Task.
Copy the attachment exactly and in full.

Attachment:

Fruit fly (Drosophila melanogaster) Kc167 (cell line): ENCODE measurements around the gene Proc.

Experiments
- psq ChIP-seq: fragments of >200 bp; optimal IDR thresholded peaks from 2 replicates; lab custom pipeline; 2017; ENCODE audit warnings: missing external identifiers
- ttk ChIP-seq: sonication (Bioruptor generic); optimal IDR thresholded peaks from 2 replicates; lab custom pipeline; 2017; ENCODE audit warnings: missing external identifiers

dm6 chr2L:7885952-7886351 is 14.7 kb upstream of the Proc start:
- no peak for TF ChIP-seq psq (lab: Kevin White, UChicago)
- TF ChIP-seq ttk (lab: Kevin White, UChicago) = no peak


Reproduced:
Fruit fly (Drosophila melanogaster) Kc167 (cell line): ENCODE measurements around the gene Proc.

Experiments
- psq ChIP-seq: fragments of >200 bp; optimal IDR thresholded peaks from 2 replicates; lab custom pipeline; 2017; ENCODE audit warnings: missing external identifiers
- ttk ChIP-seq: sonication (Bioruptor generic); optimal IDR thresholded peaks from 2 replicates; lab custom pipeline; 2017; ENCODE audit warnings: missing external identifiers

dm6 chr2L:7885952-7886351 is 14.7 kb upstream of the Proc start:
- no peak for TF ChIP-seq psq (lab: Kevin White, UChicago)
- TF ChIP-seq ttk (lab: Kevin White, UChicago) = no peak